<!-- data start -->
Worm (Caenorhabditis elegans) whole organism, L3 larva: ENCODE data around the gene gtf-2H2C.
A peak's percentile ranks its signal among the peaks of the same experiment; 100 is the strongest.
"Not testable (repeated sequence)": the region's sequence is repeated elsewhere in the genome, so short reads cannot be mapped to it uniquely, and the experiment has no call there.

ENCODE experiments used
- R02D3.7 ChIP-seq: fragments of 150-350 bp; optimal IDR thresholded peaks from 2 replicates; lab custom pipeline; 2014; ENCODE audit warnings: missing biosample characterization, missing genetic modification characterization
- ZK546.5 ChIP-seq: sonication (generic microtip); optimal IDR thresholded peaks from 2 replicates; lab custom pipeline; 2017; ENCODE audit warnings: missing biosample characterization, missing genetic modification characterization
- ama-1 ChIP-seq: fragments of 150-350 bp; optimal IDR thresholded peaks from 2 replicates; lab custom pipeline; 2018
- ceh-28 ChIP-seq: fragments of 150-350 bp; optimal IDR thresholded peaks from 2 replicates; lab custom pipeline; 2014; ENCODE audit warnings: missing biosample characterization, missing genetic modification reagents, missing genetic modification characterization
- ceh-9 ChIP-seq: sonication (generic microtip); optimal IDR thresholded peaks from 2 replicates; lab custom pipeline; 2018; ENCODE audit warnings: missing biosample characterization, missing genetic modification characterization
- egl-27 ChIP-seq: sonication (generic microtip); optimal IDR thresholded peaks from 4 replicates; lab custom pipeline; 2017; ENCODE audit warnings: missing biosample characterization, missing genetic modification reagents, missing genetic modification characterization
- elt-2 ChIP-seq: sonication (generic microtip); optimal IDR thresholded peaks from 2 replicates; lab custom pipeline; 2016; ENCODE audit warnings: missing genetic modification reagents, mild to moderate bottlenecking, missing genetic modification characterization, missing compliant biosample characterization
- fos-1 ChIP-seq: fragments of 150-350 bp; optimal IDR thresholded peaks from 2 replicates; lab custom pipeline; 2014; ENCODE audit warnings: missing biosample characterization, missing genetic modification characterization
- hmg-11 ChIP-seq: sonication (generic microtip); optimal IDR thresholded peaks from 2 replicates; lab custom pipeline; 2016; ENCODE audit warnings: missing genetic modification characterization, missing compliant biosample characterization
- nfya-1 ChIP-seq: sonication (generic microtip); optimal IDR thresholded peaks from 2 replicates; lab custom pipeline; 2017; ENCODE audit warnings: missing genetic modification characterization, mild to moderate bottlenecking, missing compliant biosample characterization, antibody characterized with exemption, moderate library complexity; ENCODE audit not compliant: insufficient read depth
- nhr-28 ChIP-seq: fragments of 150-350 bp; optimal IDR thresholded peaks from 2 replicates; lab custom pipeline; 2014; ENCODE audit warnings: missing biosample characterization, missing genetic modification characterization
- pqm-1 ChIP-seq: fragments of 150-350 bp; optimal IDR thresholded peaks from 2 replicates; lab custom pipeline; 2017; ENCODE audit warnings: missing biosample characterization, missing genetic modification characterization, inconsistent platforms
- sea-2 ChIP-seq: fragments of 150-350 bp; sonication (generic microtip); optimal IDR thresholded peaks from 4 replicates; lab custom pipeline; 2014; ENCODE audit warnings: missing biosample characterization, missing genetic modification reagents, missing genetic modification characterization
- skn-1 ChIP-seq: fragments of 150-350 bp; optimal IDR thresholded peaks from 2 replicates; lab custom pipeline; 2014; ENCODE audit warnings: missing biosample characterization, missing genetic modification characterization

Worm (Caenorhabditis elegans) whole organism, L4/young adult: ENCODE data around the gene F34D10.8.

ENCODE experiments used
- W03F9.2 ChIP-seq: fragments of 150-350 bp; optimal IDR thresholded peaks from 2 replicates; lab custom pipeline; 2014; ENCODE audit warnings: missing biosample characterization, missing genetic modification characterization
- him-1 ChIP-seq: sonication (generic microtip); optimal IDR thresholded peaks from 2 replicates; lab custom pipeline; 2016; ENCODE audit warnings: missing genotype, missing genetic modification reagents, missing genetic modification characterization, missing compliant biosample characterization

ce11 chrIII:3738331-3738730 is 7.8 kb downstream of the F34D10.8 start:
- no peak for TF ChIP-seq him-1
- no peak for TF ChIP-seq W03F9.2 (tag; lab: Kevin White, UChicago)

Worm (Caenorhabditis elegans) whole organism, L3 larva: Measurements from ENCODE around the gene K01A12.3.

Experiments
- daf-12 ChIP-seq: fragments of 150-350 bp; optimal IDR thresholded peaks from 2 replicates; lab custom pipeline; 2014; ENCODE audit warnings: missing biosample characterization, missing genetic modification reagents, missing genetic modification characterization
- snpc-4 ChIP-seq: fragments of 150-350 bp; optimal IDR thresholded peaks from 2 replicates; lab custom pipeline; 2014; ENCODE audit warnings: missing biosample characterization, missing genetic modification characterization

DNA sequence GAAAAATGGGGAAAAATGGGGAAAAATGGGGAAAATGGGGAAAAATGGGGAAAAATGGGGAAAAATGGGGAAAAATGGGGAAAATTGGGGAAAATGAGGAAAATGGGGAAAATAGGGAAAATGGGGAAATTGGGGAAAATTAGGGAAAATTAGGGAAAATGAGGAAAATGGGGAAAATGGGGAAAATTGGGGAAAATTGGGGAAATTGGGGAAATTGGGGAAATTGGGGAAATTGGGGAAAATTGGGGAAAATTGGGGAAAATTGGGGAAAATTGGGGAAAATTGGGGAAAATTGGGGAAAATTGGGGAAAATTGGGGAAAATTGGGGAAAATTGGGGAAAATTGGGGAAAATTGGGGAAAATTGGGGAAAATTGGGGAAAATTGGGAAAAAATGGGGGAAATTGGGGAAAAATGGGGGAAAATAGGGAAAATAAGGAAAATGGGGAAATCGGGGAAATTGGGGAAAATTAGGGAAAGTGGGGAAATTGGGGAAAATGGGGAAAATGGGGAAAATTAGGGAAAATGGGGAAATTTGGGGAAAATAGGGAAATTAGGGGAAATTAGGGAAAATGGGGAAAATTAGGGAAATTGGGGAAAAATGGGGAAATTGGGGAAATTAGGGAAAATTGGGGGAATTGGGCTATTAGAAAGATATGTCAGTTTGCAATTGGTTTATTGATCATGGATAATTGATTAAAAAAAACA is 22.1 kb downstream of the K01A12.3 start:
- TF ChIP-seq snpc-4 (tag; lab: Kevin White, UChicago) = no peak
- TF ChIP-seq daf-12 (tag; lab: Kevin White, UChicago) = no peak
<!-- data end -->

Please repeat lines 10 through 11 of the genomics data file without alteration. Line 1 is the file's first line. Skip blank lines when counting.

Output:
- egl-27 ChIP-seq: sonication (generic microtip); optimal IDR thresholded peaks from 4 replicates; lab custom pipeline; 2017; ENCODE audit warnings: missing biosample characterization, missing genetic modification reagents, missing genetic modification characterization
- elt-2 ChIP-seq: sonication (generic microtip); optimal IDR thresholded peaks from 2 replicates; lab custom pipeline; 2016; ENCODE audit warnings: missing genetic modification reagents, mild to moderate bottlenecking, missing genetic modification characterization, missing compliant biosample characterization